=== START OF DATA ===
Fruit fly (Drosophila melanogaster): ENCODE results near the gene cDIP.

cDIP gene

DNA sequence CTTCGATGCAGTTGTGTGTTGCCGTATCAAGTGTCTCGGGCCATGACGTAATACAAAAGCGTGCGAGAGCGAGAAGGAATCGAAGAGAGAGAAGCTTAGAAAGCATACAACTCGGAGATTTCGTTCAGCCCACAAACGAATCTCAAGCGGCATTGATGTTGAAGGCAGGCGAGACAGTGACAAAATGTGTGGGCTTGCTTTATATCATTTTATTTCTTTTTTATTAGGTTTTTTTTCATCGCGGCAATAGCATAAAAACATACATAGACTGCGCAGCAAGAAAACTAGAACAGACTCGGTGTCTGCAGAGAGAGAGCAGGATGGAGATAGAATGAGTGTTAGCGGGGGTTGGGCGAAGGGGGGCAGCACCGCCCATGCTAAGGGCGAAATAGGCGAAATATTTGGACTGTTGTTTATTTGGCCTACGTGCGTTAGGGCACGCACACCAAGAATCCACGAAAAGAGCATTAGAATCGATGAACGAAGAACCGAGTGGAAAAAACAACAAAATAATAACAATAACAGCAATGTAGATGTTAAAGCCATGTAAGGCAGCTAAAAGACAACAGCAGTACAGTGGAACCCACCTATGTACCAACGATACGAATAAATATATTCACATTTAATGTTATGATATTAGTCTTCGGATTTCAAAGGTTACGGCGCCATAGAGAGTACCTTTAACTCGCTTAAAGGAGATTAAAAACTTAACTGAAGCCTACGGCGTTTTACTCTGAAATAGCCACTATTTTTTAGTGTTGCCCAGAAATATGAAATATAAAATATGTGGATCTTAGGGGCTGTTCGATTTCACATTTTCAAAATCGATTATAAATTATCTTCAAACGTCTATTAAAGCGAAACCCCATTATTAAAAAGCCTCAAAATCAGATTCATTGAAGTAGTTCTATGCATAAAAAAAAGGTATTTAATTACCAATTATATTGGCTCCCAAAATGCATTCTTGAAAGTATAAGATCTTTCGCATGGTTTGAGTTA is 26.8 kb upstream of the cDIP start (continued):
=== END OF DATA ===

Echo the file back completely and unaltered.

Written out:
Fruit fly (Drosophila melanogaster): ENCODE results near the gene cDIP.

cDIP gene

DNA sequence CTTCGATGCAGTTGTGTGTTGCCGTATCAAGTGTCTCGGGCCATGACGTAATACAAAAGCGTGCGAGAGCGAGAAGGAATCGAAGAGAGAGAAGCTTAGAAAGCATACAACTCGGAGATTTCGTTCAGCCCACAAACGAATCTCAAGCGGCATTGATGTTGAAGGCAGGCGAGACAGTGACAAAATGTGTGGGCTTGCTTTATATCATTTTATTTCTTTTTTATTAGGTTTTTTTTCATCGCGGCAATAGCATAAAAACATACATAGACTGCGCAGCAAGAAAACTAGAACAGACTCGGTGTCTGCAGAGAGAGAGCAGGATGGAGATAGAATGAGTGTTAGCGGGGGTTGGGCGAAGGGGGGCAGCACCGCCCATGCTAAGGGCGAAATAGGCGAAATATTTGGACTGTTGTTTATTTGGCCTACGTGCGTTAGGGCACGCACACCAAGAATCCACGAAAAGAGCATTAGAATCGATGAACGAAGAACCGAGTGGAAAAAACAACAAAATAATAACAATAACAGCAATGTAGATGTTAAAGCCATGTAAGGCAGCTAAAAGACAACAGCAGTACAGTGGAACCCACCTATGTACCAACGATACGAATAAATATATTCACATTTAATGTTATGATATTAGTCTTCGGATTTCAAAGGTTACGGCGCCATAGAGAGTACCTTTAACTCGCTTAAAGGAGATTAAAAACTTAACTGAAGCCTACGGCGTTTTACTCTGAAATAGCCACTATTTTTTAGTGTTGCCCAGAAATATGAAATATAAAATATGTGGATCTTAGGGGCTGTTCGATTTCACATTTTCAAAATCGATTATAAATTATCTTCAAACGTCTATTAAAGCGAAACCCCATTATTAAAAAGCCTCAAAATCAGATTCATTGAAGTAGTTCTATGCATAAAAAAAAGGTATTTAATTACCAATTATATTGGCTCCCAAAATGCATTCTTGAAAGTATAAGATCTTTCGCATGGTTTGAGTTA is 26.8 kb upstream of the cDIP start (continued):